1. The Pond in Spring, 2. 96/365 for 2010 Candy Tuft, 3. 98/365 for 2010 The Hoop House, 4. The Hoop House, 5. 92/365 for 2010 Yet Another Dogwood, 6. P4070416, 7. 97/365 for 2010 Wysteria, 8. 95/365 for 2010 Gourd in the Dogwood, 9. 94/365 for 2010 Dogwood Update, 10. 93/365 for 2010 Orchids, 11. 86/365 for 2010 Forsythia, 12. 85/365 for 2010 Camellias, 13. 81/365 for Project 2010 Early Daffodils, 14. 108/365 for 2010 Winged Beauty, 15. 107/365 for 2010 Irises, 16. 106/365 for 2010 Celebration in White!, 17. 105/365 for 2010 Wild Azalea at Morris Creek, 18. 104/365 for 2010 Honeysuckle, 19. 103/365 for 2010 Hostas, 20. P4140413, 21. P4140412, 22. 91/365 for 2010 Snowball Bush, 23. P4140409, 24. 99/365 for 2010 Jack in the Pulpit

Reading Update: April 18, 2010

I took some time to update my reading list on LibraryThing and discovered that I’ve reached 25 books.  One third of my goal!  I finished The Age of Chivalry, a National Geographic book from 1969.  I’ve got a volume about the Renaissance that I dug out of the linen closet.  But first there are books to finish: the essays about the Civil War and Bound for Glory.  I have an early reviewer book, too, and it’s on my tablet PC as a pdf file.  Books everywhere…analog and virtual! I’ve abandoned Jimmy Carter for now.

I’ve been so busy reading analog books that I haven’t turned on my Kindle for awhile and when I tried today, the battery was dead.  Out of sight, out of mind.  The analog books are much more visible!  And my goal was to work through the pile in the bedroom.

I started a new audio book as I gardened and walked today.  Blood in the Cotswold is part of Rebecca Tope’s British mystery series.   I would highly recommend the Alan Bradley books in audio: The Sweetness at the Bottom of the Pie and The Weed That Strings the Hangman’s Bag.  Great narrator, wonderful prose, written somewhat tongue in cheek.  I looked forward to a couple long drives to I could listen to big chunks of them.

A Slightly Disturbing Coincidence

On April 2, I posted to this blog that I had started reading Rebel, the first book in the Starbuck Chronicles, Bernard Cornwell’s Civil War series and decided to make Civil War books my theme for April.  Later that same day, Virginia Governor Bob McDonnell declared April to be Confederate History Month and set off a firestorm over his failure to mention slavery.  He has since apologized. I’m sticking with my plan although and have read two books so far.

I sort of feel sorry for McDonnell.  I think he really was interested in promoting all the Civil War history that can be found in Virginia.  Just today, I was in Spotsylvania county and right along Route 3, in amongst the commercial district, is Old Salem Church, site of a Civil War battle that was part of the Chancellorsville Campaign.  The Civil War Album has good pictures, including the monument to a New Jersey unit that overlooks busy Route 3.   There are signs of the war everywhere in that part of Virginia.  I’d be happy if people did come and visit them because it might mean they will continue to be preserved.  In a rapidly expanding section of the state, it’s harder and harder to justify saving fields and viewscapes so any focus on the war would mean more preservation.  It’s a piece of history that is essential to an understanding of contemporary events.  According to historian Shelby Foote it changed the verb tense from the United States are to the United States is.  A defining moment.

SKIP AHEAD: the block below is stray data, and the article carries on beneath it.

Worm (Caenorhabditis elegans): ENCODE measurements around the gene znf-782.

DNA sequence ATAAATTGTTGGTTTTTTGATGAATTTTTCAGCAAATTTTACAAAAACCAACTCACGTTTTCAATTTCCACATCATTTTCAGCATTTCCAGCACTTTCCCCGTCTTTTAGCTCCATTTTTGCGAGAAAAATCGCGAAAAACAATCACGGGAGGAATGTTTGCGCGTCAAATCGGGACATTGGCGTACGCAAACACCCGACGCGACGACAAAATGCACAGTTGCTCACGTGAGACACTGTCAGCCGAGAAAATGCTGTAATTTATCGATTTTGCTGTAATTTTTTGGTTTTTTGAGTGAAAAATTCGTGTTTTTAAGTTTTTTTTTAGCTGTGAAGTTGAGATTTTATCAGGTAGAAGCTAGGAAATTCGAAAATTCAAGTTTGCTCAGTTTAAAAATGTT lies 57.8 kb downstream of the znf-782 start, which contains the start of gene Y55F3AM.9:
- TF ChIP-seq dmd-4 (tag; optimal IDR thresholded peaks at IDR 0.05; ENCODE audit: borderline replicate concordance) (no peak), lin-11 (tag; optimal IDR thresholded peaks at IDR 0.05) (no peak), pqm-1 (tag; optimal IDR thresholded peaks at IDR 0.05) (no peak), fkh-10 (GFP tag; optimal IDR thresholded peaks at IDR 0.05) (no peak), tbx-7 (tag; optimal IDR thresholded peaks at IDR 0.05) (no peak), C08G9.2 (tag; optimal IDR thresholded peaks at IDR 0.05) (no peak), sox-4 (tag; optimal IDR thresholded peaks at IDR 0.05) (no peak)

In addition, the battefields are cemeteries as well.  I just finished Drew Gilpin Faust’s This Republic of Suffering: Death and the American Civil War, a fascinating examination of a rather odd topic.  Many bodies were simply never recovered and ended up victim to spring plowing. A culture in which death was a marked event–women wore mourning clothes for a year after the death of their husbands–was stunned by the sheer carnage of the war.  Yet they tried to maintain their practices, and after the war was over, the Union made a concerted effort to locate, identify, and, if at all possible, return bodies to their families, a massive, expensive undertaking.  The victors made no such efforts for Confederate soldiers, leaving it up to southerners to make efforts to bring their loved ones home.  The prodigal sons were not welcomed home with great rejoicing and, even though slavery ended, essential questions about states’ rights were never resolved.  There are places where the whole thing still rankles a little even after 145 years and a monument to the victors forever overlooks the defeated land.

Today, I picked up the Hornet’s Nest by Jimmy Carter, which I found at the Book Exchange, my paperback book exchange store.  I guess I missed the subtitle or was in a Civil War fog because I thought the book was about the Battle of Shiloh.  Turns out it’s actually about the Revolutionary War with a focus on a battle in northern Georgia.  A quote from The Wall Street Journal says that the book is about a piece of history “overlooked by Massachu-centric historians.”  There’s another bit of North/South rivalry.  Jon Stewart can make fun of it being so long ago but you know what they say about forgetting history.

I’m not sure I’m going to keep reading Jimmy Carter’s book.  Frankly, so far it’s not very good historical fiction.  There’s a lot of friendly lecturing from a Whig about the political situation.  I know that he needs to fill in the context but good historical fiction manages to do that in a more subtle way than simply having a character parrot definitions and describe situations.  I almost never abandon a book once I’ve begun, but I’m not that far along and I have a collection of Civil War essays along with two more Cornwell novels that fit the theme.